What is the average age of a members car, what percentage of those will have a battery failure each year, what percentage will drop out each year without suffering a failure, how many cars will go out of service for non hybrid battery issues, what percentage will drop out of the program following a hybrid replacement, etc. if you charge $100 a year and have a 5% claim rate that's $2000 per claim towards a replacement. That's plenty, assuming the 5% is accurate. Assume all of those people don't pay in any more and you'll have to increase the membership the 5% lost plus the rise in failure rate due to the existing members from the previous year still being in the program (this age will eventually level out as people sell or trade in or total their cars, etc) and new members join, plus lost membership due to other reasons. You'd have to account for fraud too (people signing up only after getting the triangle, limping along for 30 days or whatever cool off period you impose).
    It absolutely could work once you get those (and who knows what other factors) variables nailed down. It's insurance, and insurance has been a profitable venture for those who get the numbers right. You can guess and hope and you may bring in way more money needed or not enough. time will reveal the unknown variables as long as the program survives long enough to tease them out. I think it's a potentially great idea.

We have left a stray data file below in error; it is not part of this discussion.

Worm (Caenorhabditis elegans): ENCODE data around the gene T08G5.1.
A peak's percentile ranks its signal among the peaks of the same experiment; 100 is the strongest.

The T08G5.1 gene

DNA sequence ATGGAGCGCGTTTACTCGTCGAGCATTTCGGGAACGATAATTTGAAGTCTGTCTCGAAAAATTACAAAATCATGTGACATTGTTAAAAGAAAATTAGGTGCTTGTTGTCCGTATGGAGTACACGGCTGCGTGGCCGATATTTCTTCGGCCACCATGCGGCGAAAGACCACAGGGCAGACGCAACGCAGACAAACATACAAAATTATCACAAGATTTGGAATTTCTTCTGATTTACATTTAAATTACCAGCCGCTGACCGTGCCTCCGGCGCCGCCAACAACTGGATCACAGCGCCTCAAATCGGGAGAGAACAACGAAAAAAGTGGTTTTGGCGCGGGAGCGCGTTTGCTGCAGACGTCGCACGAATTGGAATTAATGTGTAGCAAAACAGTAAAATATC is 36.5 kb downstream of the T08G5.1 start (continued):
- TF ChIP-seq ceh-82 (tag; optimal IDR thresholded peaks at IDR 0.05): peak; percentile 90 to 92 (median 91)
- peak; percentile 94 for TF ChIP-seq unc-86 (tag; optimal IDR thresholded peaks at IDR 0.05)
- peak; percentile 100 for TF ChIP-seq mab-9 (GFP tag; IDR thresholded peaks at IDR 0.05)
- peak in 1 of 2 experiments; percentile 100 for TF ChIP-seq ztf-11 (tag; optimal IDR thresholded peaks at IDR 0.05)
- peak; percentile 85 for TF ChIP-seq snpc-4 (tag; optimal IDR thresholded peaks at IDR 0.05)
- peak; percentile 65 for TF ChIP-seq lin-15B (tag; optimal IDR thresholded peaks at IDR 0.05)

hybridbear likes this.
  18. JC91006

    JC91006 Senior Member

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    I think the idea of rebuilding the GenII batteries are going to go the way of GenI rebuilding. It won't be recommended in a year or two. The cells/modules/packs being rebuilt will be past it's sell by date, the band-aid repair will cause customers frustration as their car will need another repair in a short time. Yes this concept will have it "warrantied" but who wants to keep breaking down and getting "warranty" replacements? And don't forget the labor is not included.....and the down time is ????

    The rebuilding in the near future will have to be rebuilts using GenIII modules, GenII modules will be very unpredictable as they will most likely come from 2004-2006 failed packs and will be past it's sell by date. And who can guarantee their modules actually come from a GenIII pack? You would have to go by the word of the rebuilder, truthful or not. Most reputable mechanics will not even offer a rebuild but only go with a "new" replacements for GenII to protect the integrity of the repair and integrity of the shops.